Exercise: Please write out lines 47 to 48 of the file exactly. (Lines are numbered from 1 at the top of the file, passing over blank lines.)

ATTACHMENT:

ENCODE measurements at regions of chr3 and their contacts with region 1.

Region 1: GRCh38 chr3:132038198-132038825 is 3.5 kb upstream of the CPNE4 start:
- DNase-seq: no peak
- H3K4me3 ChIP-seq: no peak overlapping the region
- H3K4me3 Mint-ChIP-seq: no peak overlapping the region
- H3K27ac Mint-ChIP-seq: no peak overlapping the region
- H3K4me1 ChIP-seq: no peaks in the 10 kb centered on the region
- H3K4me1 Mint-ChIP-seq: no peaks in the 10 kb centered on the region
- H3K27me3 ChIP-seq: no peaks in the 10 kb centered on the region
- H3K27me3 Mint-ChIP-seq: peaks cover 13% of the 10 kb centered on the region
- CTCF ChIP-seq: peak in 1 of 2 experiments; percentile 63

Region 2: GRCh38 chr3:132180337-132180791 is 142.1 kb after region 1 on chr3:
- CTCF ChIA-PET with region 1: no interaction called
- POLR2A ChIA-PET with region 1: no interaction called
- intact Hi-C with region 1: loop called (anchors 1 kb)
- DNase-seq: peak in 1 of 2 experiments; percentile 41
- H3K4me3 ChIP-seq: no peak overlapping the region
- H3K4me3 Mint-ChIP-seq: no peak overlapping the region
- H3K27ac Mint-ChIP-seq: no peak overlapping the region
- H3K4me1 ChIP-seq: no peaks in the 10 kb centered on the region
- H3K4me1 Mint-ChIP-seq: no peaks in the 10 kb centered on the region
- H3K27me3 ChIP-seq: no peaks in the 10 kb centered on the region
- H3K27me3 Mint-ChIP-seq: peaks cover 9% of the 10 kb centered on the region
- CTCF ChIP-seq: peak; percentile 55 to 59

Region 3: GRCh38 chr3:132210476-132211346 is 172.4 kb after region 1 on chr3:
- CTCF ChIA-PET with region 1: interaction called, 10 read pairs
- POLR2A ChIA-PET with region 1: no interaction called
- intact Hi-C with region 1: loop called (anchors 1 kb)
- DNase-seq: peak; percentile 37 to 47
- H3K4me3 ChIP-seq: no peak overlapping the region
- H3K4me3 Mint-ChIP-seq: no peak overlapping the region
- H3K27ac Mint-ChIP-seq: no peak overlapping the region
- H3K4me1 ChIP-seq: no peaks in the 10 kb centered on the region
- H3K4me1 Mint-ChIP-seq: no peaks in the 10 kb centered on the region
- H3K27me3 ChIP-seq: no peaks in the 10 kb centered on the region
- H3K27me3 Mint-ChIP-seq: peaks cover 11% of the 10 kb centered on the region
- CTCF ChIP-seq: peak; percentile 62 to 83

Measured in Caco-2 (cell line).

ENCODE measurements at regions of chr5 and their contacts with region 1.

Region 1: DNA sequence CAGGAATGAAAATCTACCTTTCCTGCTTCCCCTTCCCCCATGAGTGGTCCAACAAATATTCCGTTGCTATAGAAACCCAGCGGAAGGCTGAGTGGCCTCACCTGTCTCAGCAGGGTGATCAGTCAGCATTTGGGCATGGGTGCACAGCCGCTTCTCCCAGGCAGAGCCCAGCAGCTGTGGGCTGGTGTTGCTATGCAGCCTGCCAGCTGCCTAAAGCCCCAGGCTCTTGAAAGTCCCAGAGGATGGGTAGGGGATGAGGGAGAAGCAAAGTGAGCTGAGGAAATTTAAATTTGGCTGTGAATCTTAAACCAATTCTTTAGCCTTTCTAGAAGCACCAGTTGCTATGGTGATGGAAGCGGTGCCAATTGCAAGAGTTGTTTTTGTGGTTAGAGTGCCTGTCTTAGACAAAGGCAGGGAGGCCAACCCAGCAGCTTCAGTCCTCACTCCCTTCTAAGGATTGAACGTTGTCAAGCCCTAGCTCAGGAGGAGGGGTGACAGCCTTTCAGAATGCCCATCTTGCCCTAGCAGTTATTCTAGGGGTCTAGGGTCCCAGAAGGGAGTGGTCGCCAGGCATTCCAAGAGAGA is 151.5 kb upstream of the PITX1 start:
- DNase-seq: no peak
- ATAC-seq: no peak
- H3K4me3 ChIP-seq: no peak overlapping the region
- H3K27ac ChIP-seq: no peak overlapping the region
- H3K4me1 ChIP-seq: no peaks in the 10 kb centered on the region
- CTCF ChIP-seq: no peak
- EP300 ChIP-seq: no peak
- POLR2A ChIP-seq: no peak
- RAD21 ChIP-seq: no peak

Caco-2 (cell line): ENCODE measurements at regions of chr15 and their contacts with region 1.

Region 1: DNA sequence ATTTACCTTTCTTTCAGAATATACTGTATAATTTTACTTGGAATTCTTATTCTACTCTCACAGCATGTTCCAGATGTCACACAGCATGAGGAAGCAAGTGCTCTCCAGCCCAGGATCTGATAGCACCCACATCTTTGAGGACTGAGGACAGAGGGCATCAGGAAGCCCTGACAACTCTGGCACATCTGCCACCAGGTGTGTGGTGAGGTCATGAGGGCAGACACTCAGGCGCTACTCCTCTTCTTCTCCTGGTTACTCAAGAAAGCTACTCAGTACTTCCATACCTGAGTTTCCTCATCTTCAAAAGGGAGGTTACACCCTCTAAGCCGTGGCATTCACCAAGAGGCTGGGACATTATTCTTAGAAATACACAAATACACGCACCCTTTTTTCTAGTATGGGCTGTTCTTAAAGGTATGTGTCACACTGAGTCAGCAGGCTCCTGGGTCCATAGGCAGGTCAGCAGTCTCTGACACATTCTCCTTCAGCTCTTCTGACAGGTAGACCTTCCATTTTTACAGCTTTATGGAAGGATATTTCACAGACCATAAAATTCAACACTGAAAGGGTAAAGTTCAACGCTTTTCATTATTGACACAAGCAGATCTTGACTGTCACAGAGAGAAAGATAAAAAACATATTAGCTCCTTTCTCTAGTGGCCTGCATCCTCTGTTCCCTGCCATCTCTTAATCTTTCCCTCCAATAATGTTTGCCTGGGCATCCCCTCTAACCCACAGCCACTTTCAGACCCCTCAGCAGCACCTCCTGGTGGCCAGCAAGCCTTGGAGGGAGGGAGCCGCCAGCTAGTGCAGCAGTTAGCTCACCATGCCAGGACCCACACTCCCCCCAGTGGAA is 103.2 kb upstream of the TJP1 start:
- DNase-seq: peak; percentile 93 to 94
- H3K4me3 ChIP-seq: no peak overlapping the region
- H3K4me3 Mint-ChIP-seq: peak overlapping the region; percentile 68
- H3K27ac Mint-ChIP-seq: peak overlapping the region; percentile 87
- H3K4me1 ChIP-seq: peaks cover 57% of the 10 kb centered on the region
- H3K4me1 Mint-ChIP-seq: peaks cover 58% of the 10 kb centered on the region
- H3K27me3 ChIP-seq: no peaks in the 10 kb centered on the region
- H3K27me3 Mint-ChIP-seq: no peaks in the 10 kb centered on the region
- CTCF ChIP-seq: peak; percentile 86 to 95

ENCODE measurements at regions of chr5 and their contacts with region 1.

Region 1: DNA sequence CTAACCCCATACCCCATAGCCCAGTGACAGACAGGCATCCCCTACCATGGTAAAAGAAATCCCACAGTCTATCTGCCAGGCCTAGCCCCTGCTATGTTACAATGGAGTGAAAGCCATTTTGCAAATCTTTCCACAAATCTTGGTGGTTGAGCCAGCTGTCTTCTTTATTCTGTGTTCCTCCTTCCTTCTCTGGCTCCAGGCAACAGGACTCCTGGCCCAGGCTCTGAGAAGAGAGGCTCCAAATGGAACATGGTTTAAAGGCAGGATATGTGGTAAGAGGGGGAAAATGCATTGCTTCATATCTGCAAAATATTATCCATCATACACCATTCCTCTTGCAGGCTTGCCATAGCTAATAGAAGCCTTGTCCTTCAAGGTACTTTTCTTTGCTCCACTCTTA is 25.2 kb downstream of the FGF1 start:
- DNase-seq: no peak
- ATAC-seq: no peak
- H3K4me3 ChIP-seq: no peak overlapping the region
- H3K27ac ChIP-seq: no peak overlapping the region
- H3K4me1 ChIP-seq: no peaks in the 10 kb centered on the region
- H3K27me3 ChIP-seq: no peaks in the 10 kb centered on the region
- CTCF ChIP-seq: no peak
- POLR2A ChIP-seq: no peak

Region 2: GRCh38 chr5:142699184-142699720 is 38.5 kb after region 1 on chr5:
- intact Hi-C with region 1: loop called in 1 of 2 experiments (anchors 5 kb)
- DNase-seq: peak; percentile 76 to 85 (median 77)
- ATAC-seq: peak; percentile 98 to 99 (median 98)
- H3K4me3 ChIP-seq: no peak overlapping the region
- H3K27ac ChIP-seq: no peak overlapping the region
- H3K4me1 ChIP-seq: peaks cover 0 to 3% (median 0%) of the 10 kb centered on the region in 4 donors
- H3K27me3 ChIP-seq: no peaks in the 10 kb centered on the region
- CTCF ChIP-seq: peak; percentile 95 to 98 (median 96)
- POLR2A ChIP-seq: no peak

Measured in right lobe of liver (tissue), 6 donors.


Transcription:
- EP300 ChIP-seq: no peak
- POLR2A ChIP-seq: no peak